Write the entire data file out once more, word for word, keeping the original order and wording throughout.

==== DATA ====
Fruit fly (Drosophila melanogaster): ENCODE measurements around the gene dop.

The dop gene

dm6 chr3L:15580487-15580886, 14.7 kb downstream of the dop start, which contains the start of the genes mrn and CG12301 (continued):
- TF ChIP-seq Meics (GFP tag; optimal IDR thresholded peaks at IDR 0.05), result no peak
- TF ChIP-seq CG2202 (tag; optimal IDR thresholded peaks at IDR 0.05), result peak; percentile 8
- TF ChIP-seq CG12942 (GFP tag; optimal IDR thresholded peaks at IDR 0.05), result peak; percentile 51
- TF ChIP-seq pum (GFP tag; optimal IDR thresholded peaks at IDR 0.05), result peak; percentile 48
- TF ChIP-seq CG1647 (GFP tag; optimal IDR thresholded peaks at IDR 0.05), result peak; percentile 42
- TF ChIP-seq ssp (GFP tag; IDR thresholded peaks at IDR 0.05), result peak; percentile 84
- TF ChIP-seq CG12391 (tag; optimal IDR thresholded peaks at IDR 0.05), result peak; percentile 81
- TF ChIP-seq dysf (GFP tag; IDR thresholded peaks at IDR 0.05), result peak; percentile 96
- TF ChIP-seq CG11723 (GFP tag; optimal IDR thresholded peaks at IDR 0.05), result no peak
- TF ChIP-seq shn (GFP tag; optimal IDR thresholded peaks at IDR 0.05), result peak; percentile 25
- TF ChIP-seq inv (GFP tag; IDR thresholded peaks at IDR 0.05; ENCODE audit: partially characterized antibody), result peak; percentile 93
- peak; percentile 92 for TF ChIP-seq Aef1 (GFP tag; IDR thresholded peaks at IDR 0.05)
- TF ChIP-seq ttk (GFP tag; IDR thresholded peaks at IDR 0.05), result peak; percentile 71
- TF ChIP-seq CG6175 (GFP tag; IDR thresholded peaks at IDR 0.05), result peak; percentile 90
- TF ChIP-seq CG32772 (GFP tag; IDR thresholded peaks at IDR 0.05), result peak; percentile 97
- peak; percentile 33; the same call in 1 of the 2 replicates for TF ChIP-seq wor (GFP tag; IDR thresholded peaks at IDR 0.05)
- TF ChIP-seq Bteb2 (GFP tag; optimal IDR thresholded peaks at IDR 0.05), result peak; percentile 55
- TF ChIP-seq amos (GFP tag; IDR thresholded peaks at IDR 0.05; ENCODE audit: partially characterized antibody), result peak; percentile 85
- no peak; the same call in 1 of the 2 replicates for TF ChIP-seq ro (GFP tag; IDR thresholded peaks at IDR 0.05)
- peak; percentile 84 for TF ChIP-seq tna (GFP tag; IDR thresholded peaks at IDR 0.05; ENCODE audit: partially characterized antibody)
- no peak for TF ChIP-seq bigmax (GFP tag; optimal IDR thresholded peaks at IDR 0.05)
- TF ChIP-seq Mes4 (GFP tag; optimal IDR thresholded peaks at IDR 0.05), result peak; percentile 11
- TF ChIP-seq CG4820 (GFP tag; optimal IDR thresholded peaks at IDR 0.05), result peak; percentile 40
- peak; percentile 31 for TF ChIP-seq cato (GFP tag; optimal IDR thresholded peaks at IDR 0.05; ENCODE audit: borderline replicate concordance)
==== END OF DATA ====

Fruit fly (Drosophila melanogaster): ENCODE measurements around the gene dop.

The dop gene

dm6 chr3L:15580487-15580886, 14.7 kb downstream of the dop start, which contains the start of the genes mrn and CG12301 (continued):
- TF ChIP-seq Meics (GFP tag; optimal IDR thresholded peaks at IDR 0.05), result no peak
- TF ChIP-seq CG2202 (tag; optimal IDR thresholded peaks at IDR 0.05), result peak; percentile 8
- TF ChIP-seq CG12942 (GFP tag; optimal IDR thresholded peaks at IDR 0.05), result peak; percentile 51
- TF ChIP-seq pum (GFP tag; optimal IDR thresholded peaks at IDR 0.05), result peak; percentile 48
- TF ChIP-seq CG1647 (GFP tag; optimal IDR thresholded peaks at IDR 0.05), result peak; percentile 42
- TF ChIP-seq ssp (GFP tag; IDR thresholded peaks at IDR 0.05), result peak; percentile 84
- TF ChIP-seq CG12391 (tag; optimal IDR thresholded peaks at IDR 0.05), result peak; percentile 81
- TF ChIP-seq dysf (GFP tag; IDR thresholded peaks at IDR 0.05), result peak; percentile 96
- TF ChIP-seq CG11723 (GFP tag; optimal IDR thresholded peaks at IDR 0.05), result no peak
- TF ChIP-seq shn (GFP tag; optimal IDR thresholded peaks at IDR 0.05), result peak; percentile 25
- TF ChIP-seq inv (GFP tag; IDR thresholded peaks at IDR 0.05; ENCODE audit: partially characterized antibody), result peak; percentile 93
- peak; percentile 92 for TF ChIP-seq Aef1 (GFP tag; IDR thresholded peaks at IDR 0.05)
- TF ChIP-seq ttk (GFP tag; IDR thresholded peaks at IDR 0.05), result peak; percentile 71
- TF ChIP-seq CG6175 (GFP tag; IDR thresholded peaks at IDR 0.05), result peak; percentile 90
- TF ChIP-seq CG32772 (GFP tag; IDR thresholded peaks at IDR 0.05), result peak; percentile 97
- peak; percentile 33; the same call in 1 of the 2 replicates for TF ChIP-seq wor (GFP tag; IDR thresholded peaks at IDR 0.05)
- TF ChIP-seq Bteb2 (GFP tag; optimal IDR thresholded peaks at IDR 0.05), result peak; percentile 55
- TF ChIP-seq amos (GFP tag; IDR thresholded peaks at IDR 0.05; ENCODE audit: partially characterized antibody), result peak; percentile 85
- no peak; the same call in 1 of the 2 replicates for TF ChIP-seq ro (GFP tag; IDR thresholded peaks at IDR 0.05)
- peak; percentile 84 for TF ChIP-seq tna (GFP tag; IDR thresholded peaks at IDR 0.05; ENCODE audit: partially characterized antibody)
- no peak for TF ChIP-seq bigmax (GFP tag; optimal IDR thresholded peaks at IDR 0.05)
- TF ChIP-seq Mes4 (GFP tag; optimal IDR thresholded peaks at IDR 0.05), result peak; percentile 11
- TF ChIP-seq CG4820 (GFP tag; optimal IDR thresholded peaks at IDR 0.05), result peak; percentile 40
- peak; percentile 31 for TF ChIP-seq cato (GFP tag; optimal IDR thresholded peaks at IDR 0.05; ENCODE audit: borderline replicate concordance)